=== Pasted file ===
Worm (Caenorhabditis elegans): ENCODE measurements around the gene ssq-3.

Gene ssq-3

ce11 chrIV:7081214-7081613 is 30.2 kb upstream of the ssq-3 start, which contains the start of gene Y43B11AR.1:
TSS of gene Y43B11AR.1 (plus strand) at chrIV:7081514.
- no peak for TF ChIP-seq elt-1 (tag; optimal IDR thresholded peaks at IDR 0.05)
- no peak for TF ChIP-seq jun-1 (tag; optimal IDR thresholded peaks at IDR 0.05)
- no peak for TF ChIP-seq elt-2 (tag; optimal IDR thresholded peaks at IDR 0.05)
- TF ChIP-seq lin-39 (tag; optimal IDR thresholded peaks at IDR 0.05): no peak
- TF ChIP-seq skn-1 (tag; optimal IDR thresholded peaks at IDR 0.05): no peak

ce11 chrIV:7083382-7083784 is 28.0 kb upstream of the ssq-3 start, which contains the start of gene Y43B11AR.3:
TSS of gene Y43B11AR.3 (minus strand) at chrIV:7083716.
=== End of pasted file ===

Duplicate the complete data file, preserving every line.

Worm (Caenorhabditis elegans): ENCODE measurements around the gene ssq-3.

Gene ssq-3

ce11 chrIV:7081214-7081613 is 30.2 kb upstream of the ssq-3 start, which contains the start of gene Y43B11AR.1:
TSS of gene Y43B11AR.1 (plus strand) at chrIV:7081514.
- no peak for TF ChIP-seq elt-1 (tag; optimal IDR thresholded peaks at IDR 0.05)
- no peak for TF ChIP-seq jun-1 (tag; optimal IDR thresholded peaks at IDR 0.05)
- no peak for TF ChIP-seq elt-2 (tag; optimal IDR thresholded peaks at IDR 0.05)
- TF ChIP-seq lin-39 (tag; optimal IDR thresholded peaks at IDR 0.05): no peak
- TF ChIP-seq skn-1 (tag; optimal IDR thresholded peaks at IDR 0.05): no peak

ce11 chrIV:7083382-7083784 is 28.0 kb upstream of the ssq-3 start, which contains the start of gene Y43B11AR.3:
TSS of gene Y43B11AR.3 (minus strand) at chrIV:7083716.